9. Fornander A (1916) Collection of Hawaiian antiquities and folklore. Bishop Museum Press, HonoluluGoogle Scholar
  10. Gregg TM, Mead L (2009) A size comparison of Hawaiian reef zonations along an age gradient from Moku o Keawe, Hawai‘i, to Pihemanu, Hawai‘i. Abstracts for Hawai‘i Conservation Conference, Honolulu, Hawai‘iGoogle Scholar
  11. Gutmanis J (1983) Pule Kahiko: ancient Hawaiian prayers. Editions Limited, New JerseyGoogle Scholar
  12. Hiroa TR, Buck PH (1957) Arts and Crafts of Hawaii. Bishop Museum Press, HonoluluGoogle Scholar
  13. Juvik SP, Juvik JO (1998) Atlas of Hawai’i, 3rd edn. University of Hawai‘i Press, HonoluluGoogle Scholar
  14. Kaaiakamanu DM, Akina JK (1922) Hawaiian herbs of medicinal value found among the mountains and elsewhere in the Hawaiian Islands, and known to the Hawaiians to possess curative and pallative properties most efective in removing physical ailments. Honolulu Star-Bulletin, Honolulu, Translated by A. AkanaGoogle Scholar
  15. Kanaka‘ole Kanahele P (2011) Ka Honua Ola. Kamehameha Publishing, HonoluluGoogle Scholar
  16. Malo D (1898) Hawaiian Antiquities (Mo‘olelo Hawai‘i). Hawaiian Gazette Co, HonoluluGoogle Scholar
  17. Mitchell C, Ogura C, Meadows DW, Kane A, Strommer L, Fretz S, Leonard D, McClung A (2005) Hawaii’s comprehensive wildlife conservation strategy. Department of Land and Natural Resources, Honolulu, HawaiiGoogle Scholar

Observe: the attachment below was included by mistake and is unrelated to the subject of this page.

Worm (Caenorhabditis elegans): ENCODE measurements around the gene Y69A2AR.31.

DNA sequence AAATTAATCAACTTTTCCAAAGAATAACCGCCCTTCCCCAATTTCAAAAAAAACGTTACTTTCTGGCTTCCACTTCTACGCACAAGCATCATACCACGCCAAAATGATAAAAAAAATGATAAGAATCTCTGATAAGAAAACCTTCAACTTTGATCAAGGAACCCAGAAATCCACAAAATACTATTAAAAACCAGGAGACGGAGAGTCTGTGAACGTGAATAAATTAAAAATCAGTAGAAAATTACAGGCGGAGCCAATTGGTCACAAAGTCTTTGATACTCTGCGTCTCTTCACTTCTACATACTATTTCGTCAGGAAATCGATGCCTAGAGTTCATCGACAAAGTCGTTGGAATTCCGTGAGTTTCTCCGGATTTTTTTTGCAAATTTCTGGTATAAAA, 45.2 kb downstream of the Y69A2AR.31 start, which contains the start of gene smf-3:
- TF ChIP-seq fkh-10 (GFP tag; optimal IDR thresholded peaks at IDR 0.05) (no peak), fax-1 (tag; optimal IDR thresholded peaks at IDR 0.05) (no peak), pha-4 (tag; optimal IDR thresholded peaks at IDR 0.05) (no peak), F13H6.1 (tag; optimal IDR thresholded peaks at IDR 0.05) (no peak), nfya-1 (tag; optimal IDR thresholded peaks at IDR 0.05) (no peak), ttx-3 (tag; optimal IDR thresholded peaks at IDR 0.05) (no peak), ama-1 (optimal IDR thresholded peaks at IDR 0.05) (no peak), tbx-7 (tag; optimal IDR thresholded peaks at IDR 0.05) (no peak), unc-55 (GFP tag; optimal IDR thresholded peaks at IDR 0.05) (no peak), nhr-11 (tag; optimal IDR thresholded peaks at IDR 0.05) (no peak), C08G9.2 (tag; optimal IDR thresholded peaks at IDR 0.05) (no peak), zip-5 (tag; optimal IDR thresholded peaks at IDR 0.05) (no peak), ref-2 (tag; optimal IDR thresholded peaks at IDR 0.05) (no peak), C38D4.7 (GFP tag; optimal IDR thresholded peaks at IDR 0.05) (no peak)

18. Pratt LC, Gon SM III (1998) Terrestrial ecosystems. In: Juvik S, Juvik J (eds) Atlas of Hawaii, 3rd edn. University of Hawai’i Press, HonoluluGoogle Scholar
  19. Pukui MK (1983) ‘Ōlelo No‘eau: Hawaiian proverbs and poetical sayings. Bishop Musuem Press, HonoluluGoogle Scholar
  20. Pukui MK, Elbert SH (1986) Hawaiian dictionary, revised and enlarged edition. University of Hawai’i Press, HonoluluGoogle Scholar
  21. Pukui MK, Green LP (1995) Folktales of Hawai‘i. Bishop Museum Press, HonoluluGoogle Scholar
  22. Titcomb M (1978) Native use of marine invertebrates in old Hawaii. Pac Sci 32(4):325–375Google Scholar
  23. Toonen RJ, Andrews KR, Baums LB, Bird CE, Concepcion GT, Daly-Engel TS, Eble JA, Faucci A, Gaither MR, Iacchei M, Puritz JB, Schultz JK, Skillings DJ, Timmers MA, Bowen BE (2011) Defining boundaries for ecosystem-based management: a multispecies case study of marine connectivity across the Hawaiian Archipelago. J Mar Biol 2011:13, ArticleID 460173CrossRefGoogle Scholar
  24. Tosi J, Watson V, Balanos R (2001) Life zone maps of the Hawaiian Islands. Tropical Science Center, San Jose, Costa RicaGoogle Scholar

Copyright information

© Springer International Publishing Switzerland 2015

Authors and Affiliations

  • Toni Makani Gregg
    • 1
    Email author
  • Lucas Mead
    • 2
  • John H. R. Burns
    • 3
  • Misaki Takabayashi
    • 4
  1. 1.Na Maka O PapahānaumokuākeaKawaihaeUSA
  2. 2.Planning DepartmentCounty of Hawai‘iHiloUSA
  3. 3.Biology DepartmentUniversity of Hawai‘i at MānoaHonoluluUSA
  4. 4.Marine Science DepartmentUniversity of Hawai‘i at HiloHiloUSA

Personalised recommendations